What I learned from Cooking at Woolworth’s Diner

There is a surefire way to make people happy. Cook for them. Help them figure out the menu, tell them of new and exciting dishes, and serve the food when it is hot.

I fell in love with cooking when I was nine; by the autumn of my senior year in high school I was so enamored of flipping burgers and making milkshakes, it was worth whatever punishment I risked by forging my mom’s signature on a typed letter to school officials that said, “Peggy has to work. Please excuse her from classes on Mondays, Wednesdays, and Fridays at 12:30pm.” Let’s just say that at age 17 I was not as honest as the day was long.

So I left school to cook. I begged for the lunch counter job, otherwise I’d be sent to do a really unpleasant job, like clean the fish tanks and straighten up the artificial flowers, or rearrange the ghastly messy teen makeup aisle, putting the lipsticks, eyeliners and blush back where they belonged.

One afternoon a very weary older couple came in around 3:00. They wanted something, they had just arrived in the area from a long road trip, but they didn’t want to spoil their dinner appetites. They debated the menu but just couldn’t figure it out. The decision had the weight of gold bars.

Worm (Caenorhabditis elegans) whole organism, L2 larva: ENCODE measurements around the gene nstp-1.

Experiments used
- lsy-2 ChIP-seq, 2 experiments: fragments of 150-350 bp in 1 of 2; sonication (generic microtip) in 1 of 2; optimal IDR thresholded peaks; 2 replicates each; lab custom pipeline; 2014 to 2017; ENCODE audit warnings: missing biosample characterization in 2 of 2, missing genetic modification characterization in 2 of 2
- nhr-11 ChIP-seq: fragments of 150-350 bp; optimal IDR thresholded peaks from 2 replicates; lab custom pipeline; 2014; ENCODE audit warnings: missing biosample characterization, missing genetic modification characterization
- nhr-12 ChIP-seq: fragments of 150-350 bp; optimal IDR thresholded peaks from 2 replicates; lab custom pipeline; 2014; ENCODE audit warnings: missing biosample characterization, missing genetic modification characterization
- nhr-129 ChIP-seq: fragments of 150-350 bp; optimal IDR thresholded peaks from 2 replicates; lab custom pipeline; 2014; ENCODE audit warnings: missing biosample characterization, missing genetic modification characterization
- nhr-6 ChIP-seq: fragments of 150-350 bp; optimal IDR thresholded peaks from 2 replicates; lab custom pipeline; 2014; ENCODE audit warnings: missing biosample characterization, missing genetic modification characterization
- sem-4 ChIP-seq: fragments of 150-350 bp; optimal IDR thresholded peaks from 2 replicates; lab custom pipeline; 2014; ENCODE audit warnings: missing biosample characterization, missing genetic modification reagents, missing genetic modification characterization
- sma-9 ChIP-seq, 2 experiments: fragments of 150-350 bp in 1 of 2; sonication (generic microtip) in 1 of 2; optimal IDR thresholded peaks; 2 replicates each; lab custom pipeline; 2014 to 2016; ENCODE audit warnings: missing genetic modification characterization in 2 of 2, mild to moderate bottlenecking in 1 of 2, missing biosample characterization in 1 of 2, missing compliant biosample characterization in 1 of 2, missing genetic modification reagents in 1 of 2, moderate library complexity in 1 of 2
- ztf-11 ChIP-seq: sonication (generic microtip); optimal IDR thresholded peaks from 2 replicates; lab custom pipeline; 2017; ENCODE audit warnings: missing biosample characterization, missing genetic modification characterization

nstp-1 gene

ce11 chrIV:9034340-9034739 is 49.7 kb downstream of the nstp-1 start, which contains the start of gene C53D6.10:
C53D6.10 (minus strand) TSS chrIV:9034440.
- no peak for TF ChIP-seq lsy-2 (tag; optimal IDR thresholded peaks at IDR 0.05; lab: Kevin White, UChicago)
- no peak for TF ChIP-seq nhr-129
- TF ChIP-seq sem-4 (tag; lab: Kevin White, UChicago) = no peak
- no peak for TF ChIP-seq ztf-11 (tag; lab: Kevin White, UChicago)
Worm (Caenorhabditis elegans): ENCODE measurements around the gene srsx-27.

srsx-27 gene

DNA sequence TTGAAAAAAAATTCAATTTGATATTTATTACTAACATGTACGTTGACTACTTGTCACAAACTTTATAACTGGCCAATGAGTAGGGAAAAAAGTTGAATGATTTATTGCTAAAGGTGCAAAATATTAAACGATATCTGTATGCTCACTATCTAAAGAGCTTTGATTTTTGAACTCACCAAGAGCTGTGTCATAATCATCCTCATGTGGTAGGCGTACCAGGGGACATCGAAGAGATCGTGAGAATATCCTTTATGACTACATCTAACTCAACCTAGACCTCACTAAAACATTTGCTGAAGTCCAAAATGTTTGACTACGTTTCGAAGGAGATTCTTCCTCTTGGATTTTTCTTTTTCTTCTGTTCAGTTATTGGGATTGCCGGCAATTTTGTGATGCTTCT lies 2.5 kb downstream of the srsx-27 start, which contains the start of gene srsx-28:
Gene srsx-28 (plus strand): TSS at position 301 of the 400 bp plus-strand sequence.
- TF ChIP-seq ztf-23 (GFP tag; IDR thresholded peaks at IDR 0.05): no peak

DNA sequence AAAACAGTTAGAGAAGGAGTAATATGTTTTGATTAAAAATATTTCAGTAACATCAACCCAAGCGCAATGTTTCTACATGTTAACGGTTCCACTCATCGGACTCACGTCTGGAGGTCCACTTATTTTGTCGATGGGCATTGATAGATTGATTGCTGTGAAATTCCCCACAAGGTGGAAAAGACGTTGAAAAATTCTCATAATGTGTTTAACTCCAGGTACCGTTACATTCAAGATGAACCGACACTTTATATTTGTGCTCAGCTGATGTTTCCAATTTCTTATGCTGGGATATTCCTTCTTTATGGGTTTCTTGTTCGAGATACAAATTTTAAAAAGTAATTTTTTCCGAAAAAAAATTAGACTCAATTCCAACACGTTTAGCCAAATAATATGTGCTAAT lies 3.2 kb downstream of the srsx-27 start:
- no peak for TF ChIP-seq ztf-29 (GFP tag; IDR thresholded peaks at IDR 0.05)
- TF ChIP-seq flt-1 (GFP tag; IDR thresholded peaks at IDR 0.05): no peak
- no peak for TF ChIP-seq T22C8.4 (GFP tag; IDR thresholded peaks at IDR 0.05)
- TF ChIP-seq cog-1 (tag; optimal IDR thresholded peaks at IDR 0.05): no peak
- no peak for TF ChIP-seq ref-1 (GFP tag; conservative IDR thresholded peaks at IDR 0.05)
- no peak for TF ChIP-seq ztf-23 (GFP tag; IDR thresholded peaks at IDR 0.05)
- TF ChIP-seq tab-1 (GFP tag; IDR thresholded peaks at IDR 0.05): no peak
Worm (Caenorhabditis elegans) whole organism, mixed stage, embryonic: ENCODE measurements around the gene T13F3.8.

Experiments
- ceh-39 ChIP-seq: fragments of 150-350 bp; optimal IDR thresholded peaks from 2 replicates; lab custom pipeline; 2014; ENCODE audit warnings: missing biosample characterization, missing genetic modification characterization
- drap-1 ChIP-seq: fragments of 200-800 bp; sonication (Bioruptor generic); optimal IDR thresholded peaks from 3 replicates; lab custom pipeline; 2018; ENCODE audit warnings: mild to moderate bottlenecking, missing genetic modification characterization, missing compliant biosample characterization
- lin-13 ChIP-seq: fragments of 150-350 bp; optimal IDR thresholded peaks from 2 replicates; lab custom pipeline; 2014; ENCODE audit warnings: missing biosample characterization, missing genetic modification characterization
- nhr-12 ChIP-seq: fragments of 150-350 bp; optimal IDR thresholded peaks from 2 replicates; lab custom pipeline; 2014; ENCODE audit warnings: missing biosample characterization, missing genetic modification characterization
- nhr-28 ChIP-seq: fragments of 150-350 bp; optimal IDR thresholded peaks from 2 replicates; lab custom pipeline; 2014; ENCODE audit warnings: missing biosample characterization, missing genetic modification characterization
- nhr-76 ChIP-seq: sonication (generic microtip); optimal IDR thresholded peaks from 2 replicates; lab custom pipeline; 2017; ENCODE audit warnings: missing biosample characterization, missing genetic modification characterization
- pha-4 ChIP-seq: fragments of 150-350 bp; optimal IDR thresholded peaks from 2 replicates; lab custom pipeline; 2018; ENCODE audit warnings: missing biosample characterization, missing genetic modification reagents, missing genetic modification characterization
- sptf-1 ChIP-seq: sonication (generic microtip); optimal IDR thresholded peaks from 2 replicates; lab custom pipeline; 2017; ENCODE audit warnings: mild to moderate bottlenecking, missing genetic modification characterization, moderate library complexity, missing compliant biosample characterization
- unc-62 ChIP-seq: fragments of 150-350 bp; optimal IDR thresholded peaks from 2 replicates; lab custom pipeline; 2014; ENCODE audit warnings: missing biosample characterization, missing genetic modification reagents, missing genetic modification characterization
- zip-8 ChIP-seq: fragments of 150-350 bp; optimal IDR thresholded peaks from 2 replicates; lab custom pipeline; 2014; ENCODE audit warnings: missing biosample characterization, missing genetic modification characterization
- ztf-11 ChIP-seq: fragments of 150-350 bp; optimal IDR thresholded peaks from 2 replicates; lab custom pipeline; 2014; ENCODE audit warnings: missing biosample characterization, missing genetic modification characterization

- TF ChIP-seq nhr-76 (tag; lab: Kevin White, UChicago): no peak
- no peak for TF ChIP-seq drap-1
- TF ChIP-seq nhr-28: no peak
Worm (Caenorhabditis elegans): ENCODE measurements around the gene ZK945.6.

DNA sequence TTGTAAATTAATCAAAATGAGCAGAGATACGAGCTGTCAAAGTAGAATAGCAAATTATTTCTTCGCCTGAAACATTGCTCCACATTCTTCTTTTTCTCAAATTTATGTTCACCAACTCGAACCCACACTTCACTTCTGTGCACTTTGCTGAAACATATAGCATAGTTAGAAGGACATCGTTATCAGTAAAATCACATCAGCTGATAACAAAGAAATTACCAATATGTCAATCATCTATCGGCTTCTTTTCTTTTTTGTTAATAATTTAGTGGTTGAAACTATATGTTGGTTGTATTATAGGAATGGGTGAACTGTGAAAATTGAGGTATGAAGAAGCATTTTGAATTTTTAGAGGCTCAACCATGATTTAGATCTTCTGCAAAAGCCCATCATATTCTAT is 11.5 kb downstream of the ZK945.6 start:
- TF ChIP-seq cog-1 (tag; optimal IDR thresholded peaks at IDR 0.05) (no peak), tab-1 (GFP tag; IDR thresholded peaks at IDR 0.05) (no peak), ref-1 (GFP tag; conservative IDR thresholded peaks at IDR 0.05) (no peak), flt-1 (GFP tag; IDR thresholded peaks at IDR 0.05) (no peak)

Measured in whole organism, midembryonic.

“Why don’t you split a chicken salad sandwich?” I offered. “With potato chips?” They lit up. To me, it was just too obvious, even if it was white bread, no-nutrition iceberg lettuce slathered with mayo and a handful of chips. Efficiency at the lunch counter usually won out over taste.

On Saturdays my girlfriends came in at peak times and occupied a lineup of stools. They pounded their forks and knives on the counter demanding attention. “Where’s my milkshake?” “Can’t you hurry up?” “My fries are getting cold. Where’s the catsup?” “Oopsie, my fork fell on the floor.” Getting all this attention made me feel popular, as did the nickname I earned that stuck: “Woo-Woo,” a sort of fusion of my last name, Wolff, and the name of the infamous five-and-dime.

If Freud was right when he said we can only be truly happy when our childhood ambitions are fulfilled, then I must be one truly content person to still be cooking today.

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